Marc Smookler founded Sake Social in 2009 after taking his first sip of premium sake at a sushi restaurant and struggling to find a bottle of similar quality anywhere else.
Truth be told, the Austin-based entrepreneur is co-founder of six companies, two of which have been acquired and four of which are considered market leaders within their respective industries. But Smookler took his biggest leap of faith when he established the online retail shop Sake Social. Now celebrating its 10th anniversary, it’s clear Smookler’s gamble on filling a void in the sake market has paid off.
After searching at various sushi restaurants, specialty wine shops, online spirits retailers and premium grocers around town, Smookler discovered how difficult it is to acquire a bottle of premium sake or even find any information about the numerous varieties of the popular Japanese rice wine that exist. Then, after a trip to Japan and a private tour at a sake brewery, Smookler found his inspiration and decided it was time to start his fourth business venture. Sake Social was born.
Smookler learned that good sake is derived from quality ingredients and a quality process. Since focusing on both, his company has gone on to become the largest online retailer of Japanese sake, as well as a vast educational resource for sake novices and an online community for sake enthusiasts to exchange their thoughts on different brews.
“I was shocked at how something like sake, which is so central to the culture of one industrialized country, is such a mystery outside of the neighborhood Japanese restaurant in the U.S.,” says Mark Smookler.
What went into creating Sake Social?
I have taken what I thought are the biggest barriers to American consumers buying sake and worked hard to overcome them. Namely, helping consumers find what sake brews best suit their palate and providing a community where others can share their thoughts, reviews and suggestions.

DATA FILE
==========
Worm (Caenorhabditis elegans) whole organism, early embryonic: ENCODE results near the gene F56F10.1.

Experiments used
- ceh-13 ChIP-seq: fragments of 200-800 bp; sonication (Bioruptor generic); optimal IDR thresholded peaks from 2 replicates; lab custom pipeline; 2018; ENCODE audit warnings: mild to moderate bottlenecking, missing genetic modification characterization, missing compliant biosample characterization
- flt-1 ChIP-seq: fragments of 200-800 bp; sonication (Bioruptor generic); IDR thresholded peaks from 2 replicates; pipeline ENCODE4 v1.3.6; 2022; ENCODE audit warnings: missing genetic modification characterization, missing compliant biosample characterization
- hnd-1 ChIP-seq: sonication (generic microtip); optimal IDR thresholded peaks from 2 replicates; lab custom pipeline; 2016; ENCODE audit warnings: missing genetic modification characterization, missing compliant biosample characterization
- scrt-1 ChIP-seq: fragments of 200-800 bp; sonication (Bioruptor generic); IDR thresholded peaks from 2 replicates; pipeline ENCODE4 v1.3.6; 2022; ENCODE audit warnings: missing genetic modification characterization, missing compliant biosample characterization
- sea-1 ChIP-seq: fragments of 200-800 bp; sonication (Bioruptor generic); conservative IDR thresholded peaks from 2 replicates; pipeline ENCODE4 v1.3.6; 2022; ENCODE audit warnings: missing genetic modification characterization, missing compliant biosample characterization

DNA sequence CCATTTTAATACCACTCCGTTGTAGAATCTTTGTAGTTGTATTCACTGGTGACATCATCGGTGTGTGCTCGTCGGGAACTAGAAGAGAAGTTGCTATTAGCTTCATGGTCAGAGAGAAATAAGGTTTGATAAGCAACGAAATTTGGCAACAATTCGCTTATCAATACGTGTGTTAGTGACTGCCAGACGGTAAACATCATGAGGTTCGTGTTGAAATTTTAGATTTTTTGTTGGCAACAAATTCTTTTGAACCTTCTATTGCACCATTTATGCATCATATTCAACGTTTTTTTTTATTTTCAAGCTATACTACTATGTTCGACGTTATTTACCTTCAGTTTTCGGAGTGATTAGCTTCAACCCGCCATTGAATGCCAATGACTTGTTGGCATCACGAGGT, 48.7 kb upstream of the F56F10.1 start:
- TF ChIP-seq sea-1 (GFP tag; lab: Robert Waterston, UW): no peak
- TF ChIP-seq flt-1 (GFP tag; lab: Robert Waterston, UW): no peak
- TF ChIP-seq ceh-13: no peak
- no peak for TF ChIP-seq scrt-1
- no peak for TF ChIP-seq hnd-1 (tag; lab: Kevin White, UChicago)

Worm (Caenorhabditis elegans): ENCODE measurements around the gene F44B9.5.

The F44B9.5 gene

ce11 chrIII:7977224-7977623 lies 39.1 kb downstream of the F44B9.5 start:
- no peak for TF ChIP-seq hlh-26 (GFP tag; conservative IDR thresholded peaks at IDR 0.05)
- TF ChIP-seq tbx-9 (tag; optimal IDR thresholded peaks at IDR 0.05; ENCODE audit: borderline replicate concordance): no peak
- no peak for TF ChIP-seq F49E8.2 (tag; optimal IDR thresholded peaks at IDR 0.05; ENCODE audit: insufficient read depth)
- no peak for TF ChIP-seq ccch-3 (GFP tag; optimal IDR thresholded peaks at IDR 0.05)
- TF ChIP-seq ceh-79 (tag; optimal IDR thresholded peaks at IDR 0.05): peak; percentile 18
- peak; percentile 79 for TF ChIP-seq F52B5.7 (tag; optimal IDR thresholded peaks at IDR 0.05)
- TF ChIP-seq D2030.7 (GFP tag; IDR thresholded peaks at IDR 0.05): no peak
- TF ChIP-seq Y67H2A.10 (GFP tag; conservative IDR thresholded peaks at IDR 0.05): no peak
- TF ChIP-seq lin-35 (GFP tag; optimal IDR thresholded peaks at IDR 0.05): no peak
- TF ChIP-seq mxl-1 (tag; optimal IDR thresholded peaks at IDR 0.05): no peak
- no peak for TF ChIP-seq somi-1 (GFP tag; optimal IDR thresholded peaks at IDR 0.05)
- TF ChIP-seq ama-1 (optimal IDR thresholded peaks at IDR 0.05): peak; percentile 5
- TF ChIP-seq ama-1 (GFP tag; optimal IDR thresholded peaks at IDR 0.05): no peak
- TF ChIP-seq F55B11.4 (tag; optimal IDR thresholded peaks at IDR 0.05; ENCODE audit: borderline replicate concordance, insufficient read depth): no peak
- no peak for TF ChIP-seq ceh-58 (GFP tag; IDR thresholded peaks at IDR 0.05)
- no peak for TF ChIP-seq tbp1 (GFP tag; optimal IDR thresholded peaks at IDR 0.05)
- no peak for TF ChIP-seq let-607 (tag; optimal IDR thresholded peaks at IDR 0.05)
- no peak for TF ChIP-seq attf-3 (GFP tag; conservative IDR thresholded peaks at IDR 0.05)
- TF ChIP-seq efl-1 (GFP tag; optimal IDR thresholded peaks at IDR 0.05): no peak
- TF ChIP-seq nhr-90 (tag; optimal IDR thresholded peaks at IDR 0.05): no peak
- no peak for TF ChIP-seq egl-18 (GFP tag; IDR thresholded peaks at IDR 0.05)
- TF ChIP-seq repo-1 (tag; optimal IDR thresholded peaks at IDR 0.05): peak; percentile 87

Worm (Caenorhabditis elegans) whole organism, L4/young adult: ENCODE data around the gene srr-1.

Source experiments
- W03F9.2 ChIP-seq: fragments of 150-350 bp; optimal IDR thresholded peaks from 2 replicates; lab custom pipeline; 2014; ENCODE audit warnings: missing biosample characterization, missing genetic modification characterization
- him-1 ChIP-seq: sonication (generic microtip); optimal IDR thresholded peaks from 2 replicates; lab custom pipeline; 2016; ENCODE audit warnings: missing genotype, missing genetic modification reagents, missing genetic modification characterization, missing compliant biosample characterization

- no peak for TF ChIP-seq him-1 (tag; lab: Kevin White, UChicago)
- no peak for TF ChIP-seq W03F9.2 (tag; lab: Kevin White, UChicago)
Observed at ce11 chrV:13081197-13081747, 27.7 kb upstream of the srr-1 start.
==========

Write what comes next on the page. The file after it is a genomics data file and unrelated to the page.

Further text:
What goes into making sake?
Many variables, like what type of rice is used and how it is then milled, the water, the brewing method, the type of yeast used, the bottling process, and how long it takes to get to market, all have an impact on the science behind making sake. Unlike wine, sake does not get better with age. Just the opposite. Because of a lack of preservatives and chemicals, sake starts to dramatically change its flavor profile after roughly six months. There is both an art and science in brewing sake—with some recipes dating back more than 600 years.
What separates good sake from bad?
As with most things in life, the higher the quality of the ingredients, the higher quality the end product. Also, a big part of the quality on the delivery of sake comes from the art of brewing. The better the toji (master sake brewer), the better the end result.
Why is buying premium sake difficult?
Well, first and foremost, premium sake is still trying to get a foothold outside of its traditional channel—Japanese restaurants. There are some barriers to wider adoption, most importantly, the cost of bringing premium Japanese sake to the U.S. makes it hard to break into the masses.
How does an online consumer choose a sake from Sake Social?
We have several ways that people can choose the right bottle of sake for them. We have a powerful filter that can help them find the right bottles of sake based on variables like taste profile (sweet versus dry, acidity, body etc.), price, food pairings, and even event types. And, if that all fails, we have a curated Sake of the Month Club where we select two brews each month that we ship, at a discount, to all of our members—think of it as going on a sake tasting adventure.
What are your favorite sakes?
My current favorite sake, both taste and visually, is Miyosakae Tenmi. One of our importers sent me a bottle almost two years ago and it immediately became my favorite. My second favorite brew right now is Ozeki Jyudan Jikomi. It has a nice fruity flavor, velvety texture and doesn’t have any additives, sulfites or preservatives.
In addition to running Sake Social, Smookler is the co-founder of IdealSpot, Written.com and VidGrid. Smookler is also an active mentor at Capital Factory and TechStars in Austin, where he helps guide other aspiring local entrepreneurs to success.
Courtesy cover photo
Austinite Lisa Davis is the Editorial Assistant for Texas Lifestyle Magazine and an honors graduate from Concordia University Texas earning a Bachelor’s Degree in Communication and Public Relations.